Pull My Daisy (1959)

 

 

“Up you go, little smoke!”

Though by no means a definitive work, the short film Pull My Daisy allows the viewer a glimpse into the world of some of the most well-known writers and artists of the Beat period of the 1940s and ‘50s (beatniks, as they were known to squares) and is the only narrative film to feature in the entire Beat oeuvre. Directed by photographer Robert Frank (his 1958 collection “The Americans” is a favourite of mine and a must for all ‘Yankophiles’) and the artist Alfred Leslie, the film takes its story from the third act of Jack Kerouac’s then unpublished play The Beat Generation and its title from a poem conceived by Kerouac, Allen Ginsberg and Neal Cassady in the late 1940s.

Featuring improvisatory narration by Kerouac and an all-encompassing aura of impetuousness, we witness such Beat stalwarts as Ginsberg, Peter Orlovsky and Gregory Corso recreate an actual occurrence in the life of Cassady in which a dinner with a Bishop was crashed by Cassady’s kooky, bohemian friends. Leslie has stated that Pull My Daisy was intended to be part of triptych that would make up the time of a feature length film in order to be screened in theatres but, probably due to the cultural cachet of its stars and writer, the film became something bigger than intended.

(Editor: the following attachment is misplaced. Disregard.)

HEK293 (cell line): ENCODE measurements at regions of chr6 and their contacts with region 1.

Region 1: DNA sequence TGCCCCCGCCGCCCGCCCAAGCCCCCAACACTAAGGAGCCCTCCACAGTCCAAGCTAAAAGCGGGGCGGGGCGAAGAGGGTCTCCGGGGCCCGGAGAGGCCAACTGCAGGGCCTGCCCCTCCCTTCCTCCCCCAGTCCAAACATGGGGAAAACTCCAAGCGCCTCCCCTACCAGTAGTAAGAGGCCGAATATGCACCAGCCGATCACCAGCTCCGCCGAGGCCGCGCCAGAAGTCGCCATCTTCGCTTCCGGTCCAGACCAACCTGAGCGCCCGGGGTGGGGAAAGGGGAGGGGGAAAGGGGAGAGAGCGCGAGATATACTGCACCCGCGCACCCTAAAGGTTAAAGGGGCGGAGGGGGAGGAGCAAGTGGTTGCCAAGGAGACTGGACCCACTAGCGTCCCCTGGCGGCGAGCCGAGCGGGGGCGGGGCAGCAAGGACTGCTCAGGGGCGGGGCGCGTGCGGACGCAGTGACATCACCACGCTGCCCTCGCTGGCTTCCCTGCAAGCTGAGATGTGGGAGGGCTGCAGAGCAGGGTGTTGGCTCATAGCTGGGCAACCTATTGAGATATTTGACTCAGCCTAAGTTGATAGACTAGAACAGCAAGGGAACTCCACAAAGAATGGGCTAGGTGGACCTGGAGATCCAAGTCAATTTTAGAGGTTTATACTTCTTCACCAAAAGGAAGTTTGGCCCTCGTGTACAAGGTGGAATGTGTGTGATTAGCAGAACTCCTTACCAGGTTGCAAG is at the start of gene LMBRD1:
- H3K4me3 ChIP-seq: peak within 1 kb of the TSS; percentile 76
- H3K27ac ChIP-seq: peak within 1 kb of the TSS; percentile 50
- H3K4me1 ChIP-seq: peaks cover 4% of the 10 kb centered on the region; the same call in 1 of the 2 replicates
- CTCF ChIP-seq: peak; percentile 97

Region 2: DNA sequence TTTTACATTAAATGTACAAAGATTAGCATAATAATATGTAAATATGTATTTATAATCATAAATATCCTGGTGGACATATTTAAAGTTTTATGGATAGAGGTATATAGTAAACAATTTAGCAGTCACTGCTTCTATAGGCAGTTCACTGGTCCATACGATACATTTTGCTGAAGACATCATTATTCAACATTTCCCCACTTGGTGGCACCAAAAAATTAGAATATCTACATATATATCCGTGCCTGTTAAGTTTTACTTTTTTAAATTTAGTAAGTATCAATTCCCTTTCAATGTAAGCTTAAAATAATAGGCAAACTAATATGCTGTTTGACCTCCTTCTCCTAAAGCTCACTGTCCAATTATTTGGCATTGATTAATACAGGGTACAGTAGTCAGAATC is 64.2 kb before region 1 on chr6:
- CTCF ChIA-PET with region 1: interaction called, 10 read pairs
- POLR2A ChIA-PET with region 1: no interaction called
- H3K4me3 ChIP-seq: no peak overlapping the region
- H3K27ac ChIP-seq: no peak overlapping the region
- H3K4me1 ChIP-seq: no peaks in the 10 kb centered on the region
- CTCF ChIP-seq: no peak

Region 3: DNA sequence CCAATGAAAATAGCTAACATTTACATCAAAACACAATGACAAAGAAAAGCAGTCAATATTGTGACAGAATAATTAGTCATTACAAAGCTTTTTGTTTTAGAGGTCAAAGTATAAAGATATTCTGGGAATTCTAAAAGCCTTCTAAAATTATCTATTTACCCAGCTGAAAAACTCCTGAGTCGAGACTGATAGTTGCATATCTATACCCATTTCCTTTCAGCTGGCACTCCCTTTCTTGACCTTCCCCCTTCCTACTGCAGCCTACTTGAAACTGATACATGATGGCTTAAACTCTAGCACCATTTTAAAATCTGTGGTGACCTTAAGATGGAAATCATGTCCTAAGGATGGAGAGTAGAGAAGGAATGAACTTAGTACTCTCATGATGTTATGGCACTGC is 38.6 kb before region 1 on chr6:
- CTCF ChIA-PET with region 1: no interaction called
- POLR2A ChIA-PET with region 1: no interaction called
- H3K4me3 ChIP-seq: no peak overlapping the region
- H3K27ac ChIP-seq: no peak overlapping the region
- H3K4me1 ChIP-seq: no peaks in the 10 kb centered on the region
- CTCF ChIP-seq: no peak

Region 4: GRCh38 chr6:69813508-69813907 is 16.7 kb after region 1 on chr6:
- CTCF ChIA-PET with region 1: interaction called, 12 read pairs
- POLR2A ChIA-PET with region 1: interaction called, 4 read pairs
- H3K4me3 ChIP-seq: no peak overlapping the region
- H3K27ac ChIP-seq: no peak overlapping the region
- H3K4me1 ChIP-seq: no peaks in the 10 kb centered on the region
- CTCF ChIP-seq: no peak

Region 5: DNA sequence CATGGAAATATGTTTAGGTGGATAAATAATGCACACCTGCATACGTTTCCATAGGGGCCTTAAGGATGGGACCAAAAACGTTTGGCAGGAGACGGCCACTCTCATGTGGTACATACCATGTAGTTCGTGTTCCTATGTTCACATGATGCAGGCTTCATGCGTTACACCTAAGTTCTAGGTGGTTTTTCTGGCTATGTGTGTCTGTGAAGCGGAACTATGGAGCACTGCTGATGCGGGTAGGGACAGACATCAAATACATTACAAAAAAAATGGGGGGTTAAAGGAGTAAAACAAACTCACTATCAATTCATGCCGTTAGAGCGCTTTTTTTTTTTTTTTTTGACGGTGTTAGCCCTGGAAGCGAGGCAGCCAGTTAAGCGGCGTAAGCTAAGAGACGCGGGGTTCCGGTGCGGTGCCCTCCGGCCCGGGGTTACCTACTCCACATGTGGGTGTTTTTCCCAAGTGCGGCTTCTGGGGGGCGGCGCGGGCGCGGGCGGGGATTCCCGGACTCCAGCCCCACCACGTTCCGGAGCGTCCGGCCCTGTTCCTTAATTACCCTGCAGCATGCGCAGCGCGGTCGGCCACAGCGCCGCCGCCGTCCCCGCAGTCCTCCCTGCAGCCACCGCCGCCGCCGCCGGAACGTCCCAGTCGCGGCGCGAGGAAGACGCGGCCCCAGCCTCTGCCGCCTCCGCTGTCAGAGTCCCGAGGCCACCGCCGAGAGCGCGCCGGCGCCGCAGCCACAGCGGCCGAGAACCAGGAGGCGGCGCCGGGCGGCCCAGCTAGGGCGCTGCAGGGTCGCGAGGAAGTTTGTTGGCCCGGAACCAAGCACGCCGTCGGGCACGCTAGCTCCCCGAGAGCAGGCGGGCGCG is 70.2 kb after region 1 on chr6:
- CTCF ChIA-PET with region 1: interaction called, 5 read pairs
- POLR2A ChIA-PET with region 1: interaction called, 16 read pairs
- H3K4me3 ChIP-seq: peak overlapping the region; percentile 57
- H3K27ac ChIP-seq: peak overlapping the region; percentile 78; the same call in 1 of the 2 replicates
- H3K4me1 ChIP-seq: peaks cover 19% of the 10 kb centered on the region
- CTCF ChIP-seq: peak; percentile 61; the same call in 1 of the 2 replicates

Pull My Daisy definitely has a wonderful energy and a sense of fun and spontaneity can be found in every frame. As far as arthouse cinema goes it is a little wonky in parts but that does nothing to hinder one’s enjoyment of this little cinematic time capsule. It’s something special because it is one of a kind, a window into another time and place in which a collective of artists was at their zenith and on the verge of becoming legends in their respective fields. If you’re a fan of the Beats or even mid-century American culture why not take 30 minutes out of your day and revel in Pull My Daisy‘s charm? Sit back and enjoy the playfulness of its story and, of course, the wonderful freeform ramblings of Mr. Jack Kerouac.

 

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